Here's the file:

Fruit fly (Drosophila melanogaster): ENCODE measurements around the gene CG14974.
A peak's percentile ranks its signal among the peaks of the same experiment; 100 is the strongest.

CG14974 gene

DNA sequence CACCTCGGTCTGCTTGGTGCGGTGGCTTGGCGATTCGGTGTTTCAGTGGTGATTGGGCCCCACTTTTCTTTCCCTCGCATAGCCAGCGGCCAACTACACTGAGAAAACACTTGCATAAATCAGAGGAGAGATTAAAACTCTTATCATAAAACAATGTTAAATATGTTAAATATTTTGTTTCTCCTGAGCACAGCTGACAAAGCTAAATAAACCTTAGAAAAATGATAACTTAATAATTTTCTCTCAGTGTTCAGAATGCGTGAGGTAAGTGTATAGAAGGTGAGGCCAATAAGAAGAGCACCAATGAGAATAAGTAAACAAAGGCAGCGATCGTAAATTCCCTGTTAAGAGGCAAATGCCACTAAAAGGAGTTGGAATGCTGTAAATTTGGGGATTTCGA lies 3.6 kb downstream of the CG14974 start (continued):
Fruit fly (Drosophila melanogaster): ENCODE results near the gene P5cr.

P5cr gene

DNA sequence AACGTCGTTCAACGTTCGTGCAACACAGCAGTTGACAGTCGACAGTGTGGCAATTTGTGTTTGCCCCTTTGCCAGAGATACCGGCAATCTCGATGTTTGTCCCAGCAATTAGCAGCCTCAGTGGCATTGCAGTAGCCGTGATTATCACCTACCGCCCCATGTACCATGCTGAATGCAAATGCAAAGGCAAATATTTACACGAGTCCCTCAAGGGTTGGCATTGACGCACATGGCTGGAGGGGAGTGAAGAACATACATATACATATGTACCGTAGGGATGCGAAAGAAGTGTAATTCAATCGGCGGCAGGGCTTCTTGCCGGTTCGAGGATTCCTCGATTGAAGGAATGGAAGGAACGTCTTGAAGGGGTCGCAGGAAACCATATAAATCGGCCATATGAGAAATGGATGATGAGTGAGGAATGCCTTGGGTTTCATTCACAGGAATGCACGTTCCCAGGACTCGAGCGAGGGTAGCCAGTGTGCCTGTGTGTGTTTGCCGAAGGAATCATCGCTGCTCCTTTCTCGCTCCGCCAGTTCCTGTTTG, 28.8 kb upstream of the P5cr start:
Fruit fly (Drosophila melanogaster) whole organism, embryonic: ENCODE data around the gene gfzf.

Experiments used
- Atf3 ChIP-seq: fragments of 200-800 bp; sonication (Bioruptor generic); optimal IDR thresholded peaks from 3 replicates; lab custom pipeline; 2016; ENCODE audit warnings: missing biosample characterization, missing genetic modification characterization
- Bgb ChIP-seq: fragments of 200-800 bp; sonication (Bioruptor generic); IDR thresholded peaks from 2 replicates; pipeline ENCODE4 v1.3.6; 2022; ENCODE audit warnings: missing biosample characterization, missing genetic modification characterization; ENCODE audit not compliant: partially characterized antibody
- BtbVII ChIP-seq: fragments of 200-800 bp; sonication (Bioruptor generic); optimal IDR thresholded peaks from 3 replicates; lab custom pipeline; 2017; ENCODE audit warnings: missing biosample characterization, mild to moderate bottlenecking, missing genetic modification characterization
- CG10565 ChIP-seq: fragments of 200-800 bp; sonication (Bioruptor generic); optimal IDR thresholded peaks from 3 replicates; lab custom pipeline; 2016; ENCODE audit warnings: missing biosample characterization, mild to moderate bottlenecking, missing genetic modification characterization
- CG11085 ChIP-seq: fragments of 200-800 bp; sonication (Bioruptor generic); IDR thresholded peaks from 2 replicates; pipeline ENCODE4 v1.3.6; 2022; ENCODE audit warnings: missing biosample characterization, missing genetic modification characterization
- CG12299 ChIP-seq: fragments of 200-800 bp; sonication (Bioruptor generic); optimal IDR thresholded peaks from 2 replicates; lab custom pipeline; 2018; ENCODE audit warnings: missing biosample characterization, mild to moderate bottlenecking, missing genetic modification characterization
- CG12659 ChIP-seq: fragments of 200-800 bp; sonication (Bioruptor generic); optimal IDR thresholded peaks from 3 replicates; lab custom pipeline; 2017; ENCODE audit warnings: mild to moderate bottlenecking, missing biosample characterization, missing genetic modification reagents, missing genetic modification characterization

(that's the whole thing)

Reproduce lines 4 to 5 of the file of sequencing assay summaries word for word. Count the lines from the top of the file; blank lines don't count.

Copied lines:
DNA sequence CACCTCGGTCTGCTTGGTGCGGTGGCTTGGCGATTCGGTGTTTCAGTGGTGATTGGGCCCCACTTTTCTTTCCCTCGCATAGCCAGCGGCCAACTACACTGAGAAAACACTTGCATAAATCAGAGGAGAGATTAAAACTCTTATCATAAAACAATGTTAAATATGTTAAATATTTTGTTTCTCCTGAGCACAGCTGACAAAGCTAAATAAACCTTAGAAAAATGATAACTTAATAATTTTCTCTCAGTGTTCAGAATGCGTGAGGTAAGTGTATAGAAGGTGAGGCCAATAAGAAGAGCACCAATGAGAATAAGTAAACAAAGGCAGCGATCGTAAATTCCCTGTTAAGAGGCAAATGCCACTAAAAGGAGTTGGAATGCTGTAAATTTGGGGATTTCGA lies 3.6 kb downstream of the CG14974 start (continued):
Fruit fly (Drosophila melanogaster): ENCODE results near the gene P5cr.